The May Meeting of the Mothers’ Union began with a service in church led by Bridget. Afterwards we crossed into the large room of the Parish Hall, as roofing work is taking place over at Room Two.

Margaret began the meeting by giving thanks to Bridget and Dorothy France, who accompanied the hymn. Then she reminded everyone of the ongoing projects – knitted squares for premature babies; embroidered crosses to be given to babies baptised in church – asking for volunteers to make them.

Then she introduced the speaker for the evening, Mr. Andy Czakow, whose talk was about Amber. First of all he asked what amber was, before explaining that it was the resin of trees that had lived between 350 million and 20 million years ago, and became fossilised. When trees get damaged, resin fills the cracks. Amber is classified as a precious stone, and can appear in 200 shades of colours. He passed around several samples of amber with different colours, appearances and textures – not just the more familiar honey or golden shades, used in jewellery.

Amber has had many uses through the ages – buttons, beads, dice, teething rings and carved animals. Some cultures believed that it had medicinal properties. So Andy passed round cotton buds to dip into solutions of amber and spirits, which were applied to joints and skin. It could also be used as an air purifier, when burnt. When amber was ground to a powder it was used to treat croup and asthma, or mixed with honey to help resolveĀ ear infections, or to sooth the stomach. It was also used for heart problems, headaches and arthritis, and to relieve depression. Greeks called it Electra, as when rubbed it gives off static electricity.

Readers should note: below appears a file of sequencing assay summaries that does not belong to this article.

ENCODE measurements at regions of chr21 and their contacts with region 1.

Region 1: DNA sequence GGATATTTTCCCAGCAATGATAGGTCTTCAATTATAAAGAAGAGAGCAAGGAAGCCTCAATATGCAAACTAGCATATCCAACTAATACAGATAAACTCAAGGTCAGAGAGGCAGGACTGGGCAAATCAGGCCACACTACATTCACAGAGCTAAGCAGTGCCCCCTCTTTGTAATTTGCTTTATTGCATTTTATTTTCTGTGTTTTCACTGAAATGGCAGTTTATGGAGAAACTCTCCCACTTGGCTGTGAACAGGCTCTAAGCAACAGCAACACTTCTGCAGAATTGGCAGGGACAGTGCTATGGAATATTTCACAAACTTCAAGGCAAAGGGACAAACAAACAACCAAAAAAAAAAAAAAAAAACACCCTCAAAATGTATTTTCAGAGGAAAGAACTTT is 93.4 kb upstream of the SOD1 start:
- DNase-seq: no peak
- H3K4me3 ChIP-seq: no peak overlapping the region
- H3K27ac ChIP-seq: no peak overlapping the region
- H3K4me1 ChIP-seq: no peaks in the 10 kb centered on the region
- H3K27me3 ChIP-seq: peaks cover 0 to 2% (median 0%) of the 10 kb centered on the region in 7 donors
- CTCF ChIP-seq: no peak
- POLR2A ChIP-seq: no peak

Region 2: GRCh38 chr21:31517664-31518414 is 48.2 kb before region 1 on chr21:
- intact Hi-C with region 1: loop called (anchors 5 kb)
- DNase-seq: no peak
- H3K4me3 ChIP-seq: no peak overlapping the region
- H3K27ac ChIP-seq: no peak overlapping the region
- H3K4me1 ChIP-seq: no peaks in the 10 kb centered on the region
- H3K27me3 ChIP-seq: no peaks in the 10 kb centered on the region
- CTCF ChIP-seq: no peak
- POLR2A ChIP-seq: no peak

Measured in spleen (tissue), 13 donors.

Amber sometimes has ‘inclusions’ – these can be insects, flowers. leaves and small creatures, and these command a high price when sold.
Because amber was so versatile, it has been sold through many centuries. Trade routes were developed from Gdansk, which was a centre for amber in the Baltic, through Poland,Slovakia, Hungary, to Venice and the Mediterranean. There were many workshops in Gdansk, but Poland was divided between Russia and Germany in 1790 and the workshops closed down. There was a massive change in 1989, when Poland was reunited. More workshops opened, and numbers grew from 600 to over 6000.

Andy showed slides of some inclusions, a major street in Gdansk, where traders displayed their goods in glass cabinets, not under lock and key, and a beautiful, unfinished reredos (an ornamental screen covering the wall at the back of an altar) in St. Bridget’s church, made of amber.
After questions, Andy invited us to look at beautiful items of jewellery he had brought, made by his sister, with amber brought from Poland and set in silver. Andy was thanked by Bridget for his very interesting and informative talk.